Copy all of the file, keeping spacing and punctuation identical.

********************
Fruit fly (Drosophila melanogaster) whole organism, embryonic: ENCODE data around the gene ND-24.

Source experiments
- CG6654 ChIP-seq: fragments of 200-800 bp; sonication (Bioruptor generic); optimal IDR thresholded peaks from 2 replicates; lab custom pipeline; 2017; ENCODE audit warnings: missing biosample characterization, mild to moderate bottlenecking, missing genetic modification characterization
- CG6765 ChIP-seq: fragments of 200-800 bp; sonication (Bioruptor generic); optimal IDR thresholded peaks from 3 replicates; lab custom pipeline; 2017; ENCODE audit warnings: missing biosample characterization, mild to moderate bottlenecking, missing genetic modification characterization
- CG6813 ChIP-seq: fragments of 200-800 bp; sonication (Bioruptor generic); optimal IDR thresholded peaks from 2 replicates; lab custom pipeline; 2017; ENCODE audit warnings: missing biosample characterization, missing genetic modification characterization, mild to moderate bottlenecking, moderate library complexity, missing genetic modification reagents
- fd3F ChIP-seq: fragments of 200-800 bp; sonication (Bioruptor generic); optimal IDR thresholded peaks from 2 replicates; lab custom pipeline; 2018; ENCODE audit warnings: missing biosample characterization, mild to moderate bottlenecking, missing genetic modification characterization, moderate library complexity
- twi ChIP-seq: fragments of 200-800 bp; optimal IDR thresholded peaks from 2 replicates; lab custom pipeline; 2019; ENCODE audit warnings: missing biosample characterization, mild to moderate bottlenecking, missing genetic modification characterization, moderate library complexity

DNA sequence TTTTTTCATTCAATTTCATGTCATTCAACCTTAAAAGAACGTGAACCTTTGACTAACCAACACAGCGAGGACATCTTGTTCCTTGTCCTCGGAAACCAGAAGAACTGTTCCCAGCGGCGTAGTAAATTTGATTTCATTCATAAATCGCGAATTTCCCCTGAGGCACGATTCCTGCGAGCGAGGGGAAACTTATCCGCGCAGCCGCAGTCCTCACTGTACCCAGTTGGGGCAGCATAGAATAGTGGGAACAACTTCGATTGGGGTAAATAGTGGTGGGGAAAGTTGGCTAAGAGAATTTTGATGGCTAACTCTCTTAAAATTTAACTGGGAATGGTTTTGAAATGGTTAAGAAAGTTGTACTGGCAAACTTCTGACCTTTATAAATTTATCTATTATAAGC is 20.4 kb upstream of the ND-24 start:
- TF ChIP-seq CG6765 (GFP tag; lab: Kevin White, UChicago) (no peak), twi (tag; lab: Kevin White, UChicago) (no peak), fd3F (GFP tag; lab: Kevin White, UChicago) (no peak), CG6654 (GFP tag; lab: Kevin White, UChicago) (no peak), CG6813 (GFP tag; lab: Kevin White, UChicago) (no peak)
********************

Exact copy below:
Fruit fly (Drosophila melanogaster) whole organism, embryonic: ENCODE data around the gene ND-24.

Source experiments
- CG6654 ChIP-seq: fragments of 200-800 bp; sonication (Bioruptor generic); optimal IDR thresholded peaks from 2 replicates; lab custom pipeline; 2017; ENCODE audit warnings: missing biosample characterization, mild to moderate bottlenecking, missing genetic modification characterization
- CG6765 ChIP-seq: fragments of 200-800 bp; sonication (Bioruptor generic); optimal IDR thresholded peaks from 3 replicates; lab custom pipeline; 2017; ENCODE audit warnings: missing biosample characterization, mild to moderate bottlenecking, missing genetic modification characterization
- CG6813 ChIP-seq: fragments of 200-800 bp; sonication (Bioruptor generic); optimal IDR thresholded peaks from 2 replicates; lab custom pipeline; 2017; ENCODE audit warnings: missing biosample characterization, missing genetic modification characterization, mild to moderate bottlenecking, moderate library complexity, missing genetic modification reagents
- fd3F ChIP-seq: fragments of 200-800 bp; sonication (Bioruptor generic); optimal IDR thresholded peaks from 2 replicates; lab custom pipeline; 2018; ENCODE audit warnings: missing biosample characterization, mild to moderate bottlenecking, missing genetic modification characterization, moderate library complexity
- twi ChIP-seq: fragments of 200-800 bp; optimal IDR thresholded peaks from 2 replicates; lab custom pipeline; 2019; ENCODE audit warnings: missing biosample characterization, mild to moderate bottlenecking, missing genetic modification characterization, moderate library complexity

DNA sequence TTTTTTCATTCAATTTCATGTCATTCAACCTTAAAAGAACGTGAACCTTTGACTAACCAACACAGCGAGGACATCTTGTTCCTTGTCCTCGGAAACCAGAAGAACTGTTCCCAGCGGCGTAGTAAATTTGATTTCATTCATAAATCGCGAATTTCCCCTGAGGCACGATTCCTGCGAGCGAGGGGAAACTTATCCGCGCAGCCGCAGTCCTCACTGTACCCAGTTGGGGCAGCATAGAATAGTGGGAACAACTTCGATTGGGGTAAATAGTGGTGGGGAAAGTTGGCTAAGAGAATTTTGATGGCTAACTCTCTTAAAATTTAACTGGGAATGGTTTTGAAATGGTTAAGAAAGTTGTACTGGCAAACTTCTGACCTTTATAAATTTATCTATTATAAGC is 20.4 kb upstream of the ND-24 start:
- TF ChIP-seq CG6765 (GFP tag; lab: Kevin White, UChicago) (no peak), twi (tag; lab: Kevin White, UChicago) (no peak), fd3F (GFP tag; lab: Kevin White, UChicago) (no peak), CG6654 (GFP tag; lab: Kevin White, UChicago) (no peak), CG6813 (GFP tag; lab: Kevin White, UChicago) (no peak)